More than 20 vineyards and wineries in California's Paso Robles region have changed hands in the past two years as 'lifestyle' owners have succumbed to financial pressures and sold up, according to a new report.

Paso Robles and its sub-regions. Credit: Paso Robles Wine Country Alliance / Mike Bobbit

Estate agency Pacifica said 18 vineyards and five wineries got new owners during 2013 and 2014. The wineries were sold for an average price of $3.2m and the vineyards for $2.24m, it said.

Pacifica’s figures show that that Napa Valley and Sonoma are far from the only areas on investors’ radars, but it cited financial difficulties as a key reason for owners selling up in Paso Robles.

‘The majority of winery and vineyard sales over the last two years have been dominated by asset-only and distressed sales,’ said Newlin Hastings, of Pacifica’s wine division.

Paul Shannon, also of Pacifica, said most of the sales resulted from a combination of weaker economic conditions in the area and so-called ‘lifestyle’ buyers realising that the reality of owning a vineyard doesn’t always match the dream.

‘The issue was that distribution is extremely hard to pick up and they didn’t necessarily have the education on the actual cost to run a winery,’ Shannon told Decanter.com. He added that many also failed to properly estimate the amount of marketing needed to stand out in a wine region that has around 250 wineries.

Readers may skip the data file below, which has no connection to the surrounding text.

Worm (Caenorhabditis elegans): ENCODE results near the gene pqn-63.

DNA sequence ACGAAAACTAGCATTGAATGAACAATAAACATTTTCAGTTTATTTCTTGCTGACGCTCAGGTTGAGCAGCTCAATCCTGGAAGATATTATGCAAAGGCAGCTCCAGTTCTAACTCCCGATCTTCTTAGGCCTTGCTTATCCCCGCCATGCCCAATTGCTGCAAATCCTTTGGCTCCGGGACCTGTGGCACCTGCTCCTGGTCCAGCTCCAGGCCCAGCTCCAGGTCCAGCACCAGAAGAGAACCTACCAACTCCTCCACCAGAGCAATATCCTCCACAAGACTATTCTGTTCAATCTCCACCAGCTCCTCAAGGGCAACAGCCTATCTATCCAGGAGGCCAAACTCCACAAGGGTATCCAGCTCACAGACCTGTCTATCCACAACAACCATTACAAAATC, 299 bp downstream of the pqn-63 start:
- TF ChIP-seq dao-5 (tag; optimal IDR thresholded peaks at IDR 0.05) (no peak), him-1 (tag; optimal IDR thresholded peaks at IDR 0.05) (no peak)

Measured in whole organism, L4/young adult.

Vineyard land remains relatively in cheap in Paso Robles, a large American Viticultural Area covering 25,000 hectares of land. Vineyard land sells for $20,000 per acre ($50,000 per hectare) on average, compared to between $50,000 and $100,000 per acre in Napa Valley and Sonoma.

Estate agency Knight Frank said recently that vineyard prices in Sonoma County were rising faster than in any other wine region worldwide.

Pacifica believes recent price rises in California’s better-known wine areas are starting to ‘trickle down’ to Paso Robles.

Shannon said Pacifica wants to take lifestyle purchases out of the market and there are signs that this is happening with recent deals.

‘Most of the buyers are coming in from Napa and looking to purchase some established brands in the area,’ he said. ‘Second, land values are up to pre-recession prices, and above in some cases, and there is a lot more knowledge in the area.’

He added, ‘There are still quite a few wineries that are small family run wineries with no succession planning and they will probably move as asset only or close to asset only prices but the price per ace of prime grape ground is still substantially lower than a Napa or Sonoma County.’

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Written by Chris Mercer